Nutrient-induced changes in intestinal blood flow in the dog

Br Vet J. Sep-Oct 1994;150(5):423-37. doi: 10.1016/S0007-1935(05)80192-7.

Abstract

The cardiovascular response to feeding consists of two phases. The anticipation/ingestion phase is a brief, generalized cardiovascular response mediated by sympathetic neural activity. The digestive/absorptive phase is a longer, locally mediated vascular response to luminal nutrients. This post-prandial hyperaemia is localized primarily to the intestinal segment and tissue layer (mucosa) exposed to chyme. The stimuli for this hyperaemia are the digested products of food, and bile. Micellar fatty acids induce the greatest hyperaemia, followed by glucose. Individual amino acids have little effect, but by-products of protein digestion may increase blood flow. Bile enhances the glucose-induced hyperaemia and renders fatty acids and amino acids vasoactive. The mechanisms involved in the initiation and maintenance of the hyperaemia are complex and involve numerous factors that may vary with the type of nutrient. The factors involved include intestinal activity such as absorption, motility and secretion, tissue oxidative metabolism, adenosine, tissue oxygen tension, the enteric nervous system, gastrointestinal peptides such as vasoactive intestinal polypeptide, and paracrine substances such as histamine and prostanoids. The post prandial intestinal hyperaemia is probably the net result of the complex interaction of all these factors on the intestinal vascular smooth muscle.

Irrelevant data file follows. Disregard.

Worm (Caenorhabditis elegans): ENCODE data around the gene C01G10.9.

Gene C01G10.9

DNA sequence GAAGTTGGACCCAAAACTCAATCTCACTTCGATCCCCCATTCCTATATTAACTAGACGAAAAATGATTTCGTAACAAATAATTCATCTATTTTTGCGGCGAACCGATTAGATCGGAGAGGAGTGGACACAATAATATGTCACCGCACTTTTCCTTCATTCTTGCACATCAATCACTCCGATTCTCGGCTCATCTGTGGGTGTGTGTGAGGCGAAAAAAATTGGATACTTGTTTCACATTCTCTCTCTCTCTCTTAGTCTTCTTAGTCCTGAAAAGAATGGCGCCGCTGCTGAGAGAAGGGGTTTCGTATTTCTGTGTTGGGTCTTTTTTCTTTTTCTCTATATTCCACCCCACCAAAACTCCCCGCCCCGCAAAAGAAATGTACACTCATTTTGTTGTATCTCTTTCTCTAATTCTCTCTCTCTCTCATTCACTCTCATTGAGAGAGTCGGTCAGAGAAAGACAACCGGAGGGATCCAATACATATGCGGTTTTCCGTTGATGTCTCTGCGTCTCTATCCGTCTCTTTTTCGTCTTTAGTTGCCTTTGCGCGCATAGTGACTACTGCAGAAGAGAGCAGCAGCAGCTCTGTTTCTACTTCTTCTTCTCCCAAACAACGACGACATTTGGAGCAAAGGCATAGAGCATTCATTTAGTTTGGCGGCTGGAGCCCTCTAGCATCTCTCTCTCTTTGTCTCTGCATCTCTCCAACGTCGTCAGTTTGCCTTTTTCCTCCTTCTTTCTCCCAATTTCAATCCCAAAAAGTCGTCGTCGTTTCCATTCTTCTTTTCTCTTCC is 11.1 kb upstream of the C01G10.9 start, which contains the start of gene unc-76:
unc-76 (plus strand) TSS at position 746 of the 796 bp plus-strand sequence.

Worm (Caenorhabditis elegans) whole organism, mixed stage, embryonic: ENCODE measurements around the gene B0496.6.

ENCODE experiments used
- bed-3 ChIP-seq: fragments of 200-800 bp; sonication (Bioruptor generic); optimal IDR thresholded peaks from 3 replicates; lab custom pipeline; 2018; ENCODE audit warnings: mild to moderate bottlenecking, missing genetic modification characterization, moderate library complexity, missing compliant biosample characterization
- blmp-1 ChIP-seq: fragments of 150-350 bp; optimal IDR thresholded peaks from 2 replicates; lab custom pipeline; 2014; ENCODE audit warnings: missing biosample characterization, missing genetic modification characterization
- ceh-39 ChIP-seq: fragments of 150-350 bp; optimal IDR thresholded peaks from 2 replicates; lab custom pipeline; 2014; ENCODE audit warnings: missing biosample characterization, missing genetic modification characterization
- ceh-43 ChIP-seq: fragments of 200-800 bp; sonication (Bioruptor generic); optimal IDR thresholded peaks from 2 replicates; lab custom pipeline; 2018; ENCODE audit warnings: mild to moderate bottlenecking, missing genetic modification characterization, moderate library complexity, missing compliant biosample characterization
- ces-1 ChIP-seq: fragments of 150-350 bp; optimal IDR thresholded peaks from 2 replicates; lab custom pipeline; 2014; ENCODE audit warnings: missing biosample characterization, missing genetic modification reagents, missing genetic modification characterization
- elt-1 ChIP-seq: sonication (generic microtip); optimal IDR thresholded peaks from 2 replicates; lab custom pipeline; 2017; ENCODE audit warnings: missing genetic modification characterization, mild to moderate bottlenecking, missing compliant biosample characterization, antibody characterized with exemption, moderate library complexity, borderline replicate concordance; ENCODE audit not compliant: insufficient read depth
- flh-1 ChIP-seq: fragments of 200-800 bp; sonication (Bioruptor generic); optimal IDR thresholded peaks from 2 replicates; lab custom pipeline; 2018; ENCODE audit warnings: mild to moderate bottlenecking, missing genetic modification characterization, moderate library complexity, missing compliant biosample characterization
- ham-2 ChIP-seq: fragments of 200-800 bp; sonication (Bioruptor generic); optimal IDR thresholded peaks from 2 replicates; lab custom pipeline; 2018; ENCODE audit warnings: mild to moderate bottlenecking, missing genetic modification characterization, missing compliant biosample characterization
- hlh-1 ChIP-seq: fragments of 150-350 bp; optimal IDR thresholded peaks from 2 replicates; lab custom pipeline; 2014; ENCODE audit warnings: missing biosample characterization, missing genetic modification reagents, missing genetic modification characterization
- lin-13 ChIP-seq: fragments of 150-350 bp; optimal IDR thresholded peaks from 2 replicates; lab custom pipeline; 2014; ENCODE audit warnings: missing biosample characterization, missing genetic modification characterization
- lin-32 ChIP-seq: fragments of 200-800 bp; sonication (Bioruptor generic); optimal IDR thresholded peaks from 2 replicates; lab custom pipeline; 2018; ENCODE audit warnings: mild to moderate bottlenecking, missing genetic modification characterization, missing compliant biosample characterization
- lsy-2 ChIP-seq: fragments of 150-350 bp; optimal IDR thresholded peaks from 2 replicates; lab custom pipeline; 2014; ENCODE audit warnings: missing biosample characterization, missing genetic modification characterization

Publication types

  • Review

MeSH terms

  • Animal Feed*
  • Animals
  • Cardiovascular Physiological Phenomena
  • Digestion
  • Dogs / physiology*
  • Hyperemia / physiopathology
  • Hyperemia / veterinary
  • Intestinal Absorption
  • Intestinal Mucosa / blood supply
  • Intestines / blood supply*
  • Regional Blood Flow